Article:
The truth is that those on the Left, and Democrats that serve them, see the Judiciary and the nomination process as a great second line of defense. They see it as merely a way to buck the system if you will – throw a few loose cannons out there to stir the pot and murky the water from time to time on controversial issues. They take an elementary approach from top to bottom. They make great noise and pay close attention when a nominee is put up for the Nation’s Highest Court because they know a new Justice means instant rewards for activist ideologues. They have no respect for the Rule of Law and the Judiciary as a whole. They worry only about the appointments to the Supreme Court and care not for the courts that produce the heinous results that come before it – save for attempting to throw a few wrenches in the system along the way.
Such a dichotomy and contrast in approach to the federal judiciary naturally lends itself to two very different outcomes when Republicans serve as the opposing party to nominees rather than Democrats. Dems worry only about the confirmation to the Supreme Court and those on the Right must stand as the last line of protection for the Constitution and what it stands for. That goal – that objective knows no level of judiciary; it recognizes no distinction in venue; and it serves no political end. The only result it hopes to produce is consistent and accurate interpretation of the Document which formed this Union.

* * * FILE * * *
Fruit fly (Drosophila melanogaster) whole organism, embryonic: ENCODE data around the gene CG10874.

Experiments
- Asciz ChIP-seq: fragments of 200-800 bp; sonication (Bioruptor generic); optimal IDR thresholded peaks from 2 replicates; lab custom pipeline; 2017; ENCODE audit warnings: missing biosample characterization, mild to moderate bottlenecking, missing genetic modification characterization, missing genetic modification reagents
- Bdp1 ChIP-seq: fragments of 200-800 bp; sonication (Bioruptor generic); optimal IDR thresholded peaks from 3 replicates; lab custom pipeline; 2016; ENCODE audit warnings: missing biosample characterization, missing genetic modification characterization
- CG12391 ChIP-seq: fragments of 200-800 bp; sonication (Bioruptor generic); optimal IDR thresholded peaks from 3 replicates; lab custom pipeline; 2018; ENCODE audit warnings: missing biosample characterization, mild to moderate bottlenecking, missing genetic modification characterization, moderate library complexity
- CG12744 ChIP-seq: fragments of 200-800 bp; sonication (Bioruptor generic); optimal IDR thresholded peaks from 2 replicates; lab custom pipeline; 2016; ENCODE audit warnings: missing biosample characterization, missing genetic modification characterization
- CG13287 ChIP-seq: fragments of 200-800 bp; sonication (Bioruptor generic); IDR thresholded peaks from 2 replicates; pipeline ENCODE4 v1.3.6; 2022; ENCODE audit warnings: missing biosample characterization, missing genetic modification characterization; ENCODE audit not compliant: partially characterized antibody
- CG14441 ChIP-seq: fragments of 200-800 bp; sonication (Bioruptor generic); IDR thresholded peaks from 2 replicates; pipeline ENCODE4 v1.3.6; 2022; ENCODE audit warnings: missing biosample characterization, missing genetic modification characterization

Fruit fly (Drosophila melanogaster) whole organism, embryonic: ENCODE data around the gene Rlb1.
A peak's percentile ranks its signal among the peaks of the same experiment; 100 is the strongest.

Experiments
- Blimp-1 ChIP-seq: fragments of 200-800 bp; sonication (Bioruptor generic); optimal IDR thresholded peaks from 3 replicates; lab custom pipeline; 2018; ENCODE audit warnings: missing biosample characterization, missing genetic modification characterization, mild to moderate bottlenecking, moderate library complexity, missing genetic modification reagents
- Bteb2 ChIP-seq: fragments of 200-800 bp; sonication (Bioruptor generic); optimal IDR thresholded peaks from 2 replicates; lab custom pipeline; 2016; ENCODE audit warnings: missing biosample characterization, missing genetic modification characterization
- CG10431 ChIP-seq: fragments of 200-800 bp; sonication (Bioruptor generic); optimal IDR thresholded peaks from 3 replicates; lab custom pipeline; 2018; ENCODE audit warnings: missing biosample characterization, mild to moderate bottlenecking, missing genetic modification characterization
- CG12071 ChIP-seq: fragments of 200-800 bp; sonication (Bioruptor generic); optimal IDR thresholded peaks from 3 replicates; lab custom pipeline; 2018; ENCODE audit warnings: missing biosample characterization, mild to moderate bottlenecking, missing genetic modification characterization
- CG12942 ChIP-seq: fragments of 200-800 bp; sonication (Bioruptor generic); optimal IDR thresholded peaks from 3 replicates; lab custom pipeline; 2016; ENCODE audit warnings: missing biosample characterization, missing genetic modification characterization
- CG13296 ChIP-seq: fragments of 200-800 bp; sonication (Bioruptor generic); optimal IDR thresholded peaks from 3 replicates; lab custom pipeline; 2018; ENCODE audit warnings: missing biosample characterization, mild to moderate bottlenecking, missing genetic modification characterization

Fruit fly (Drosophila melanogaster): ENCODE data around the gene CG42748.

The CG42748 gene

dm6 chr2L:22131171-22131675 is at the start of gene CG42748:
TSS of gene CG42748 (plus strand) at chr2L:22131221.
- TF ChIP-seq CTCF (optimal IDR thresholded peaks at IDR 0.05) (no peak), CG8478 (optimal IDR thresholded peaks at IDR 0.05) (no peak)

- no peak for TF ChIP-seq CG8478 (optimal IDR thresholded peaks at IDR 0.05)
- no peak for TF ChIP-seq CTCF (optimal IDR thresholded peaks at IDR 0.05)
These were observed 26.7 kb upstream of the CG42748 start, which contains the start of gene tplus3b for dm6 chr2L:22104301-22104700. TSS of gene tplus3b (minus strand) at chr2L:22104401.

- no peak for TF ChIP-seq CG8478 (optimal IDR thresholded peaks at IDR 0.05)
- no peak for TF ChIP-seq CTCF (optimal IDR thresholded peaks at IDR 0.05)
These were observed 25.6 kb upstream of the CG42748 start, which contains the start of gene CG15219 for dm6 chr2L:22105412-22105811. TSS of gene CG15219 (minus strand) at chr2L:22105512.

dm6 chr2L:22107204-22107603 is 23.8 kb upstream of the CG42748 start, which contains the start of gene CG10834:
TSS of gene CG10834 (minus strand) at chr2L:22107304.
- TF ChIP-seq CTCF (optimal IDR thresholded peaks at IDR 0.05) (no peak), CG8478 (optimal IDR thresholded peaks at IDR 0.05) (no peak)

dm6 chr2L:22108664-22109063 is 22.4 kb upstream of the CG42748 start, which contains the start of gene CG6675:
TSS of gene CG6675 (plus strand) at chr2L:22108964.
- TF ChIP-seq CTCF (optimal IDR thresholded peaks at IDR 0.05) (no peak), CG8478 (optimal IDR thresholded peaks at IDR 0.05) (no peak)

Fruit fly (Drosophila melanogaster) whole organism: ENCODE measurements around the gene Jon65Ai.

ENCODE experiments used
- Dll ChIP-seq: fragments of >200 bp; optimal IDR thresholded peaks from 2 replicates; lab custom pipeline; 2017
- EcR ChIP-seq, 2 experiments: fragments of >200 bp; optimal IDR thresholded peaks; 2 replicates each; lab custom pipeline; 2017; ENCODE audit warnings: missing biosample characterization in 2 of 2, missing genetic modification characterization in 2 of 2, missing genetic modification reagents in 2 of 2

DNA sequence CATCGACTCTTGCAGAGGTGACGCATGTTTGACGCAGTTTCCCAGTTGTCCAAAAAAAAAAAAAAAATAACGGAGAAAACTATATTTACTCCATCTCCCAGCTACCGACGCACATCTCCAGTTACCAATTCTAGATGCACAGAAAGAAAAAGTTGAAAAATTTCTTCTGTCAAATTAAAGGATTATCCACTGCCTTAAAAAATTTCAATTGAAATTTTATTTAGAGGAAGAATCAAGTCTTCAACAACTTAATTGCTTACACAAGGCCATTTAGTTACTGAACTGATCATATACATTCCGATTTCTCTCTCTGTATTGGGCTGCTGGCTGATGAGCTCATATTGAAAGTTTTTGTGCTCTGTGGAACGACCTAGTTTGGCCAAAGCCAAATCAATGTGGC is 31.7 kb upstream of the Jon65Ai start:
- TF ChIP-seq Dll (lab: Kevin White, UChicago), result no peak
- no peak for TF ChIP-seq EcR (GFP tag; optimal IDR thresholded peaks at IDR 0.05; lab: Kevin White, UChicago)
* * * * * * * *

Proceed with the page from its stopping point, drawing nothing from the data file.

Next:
As Republicans move toward a more desirable composition in the Senate, they must not lose sight of the noble duty they have and will be sent there to serve. They must legislate and lead from the Right. They must continue to oppose this President’s nominations – not because it is politically advantageous, but because it is the task they swear an oath to perform – to Preserve and Protect the Constitution of the United States of America.
Funny math; comparisons to Clinton, Bush I, or Bush II be-damned… activists judges sent forth by this president must be opposed at all costs by those on the Right. Backlash and the threat of being painted as partisan is a small price to pay for the objective that would serve. After all, the Left, the Dems, and the MSM rarely pay attention in the first place. This president has shown a predilection for associating with and appointing radicals to every level of his government. Why would anyone be so foolish as to assume that the Judiciary is any different? It is within the power of this and every President to nominate individuals to the nation’s courts, but it is not the duty of every Senator to give consent to any nominee who won’t put the Constitution above all else.
Hat Tip Frugal Cafe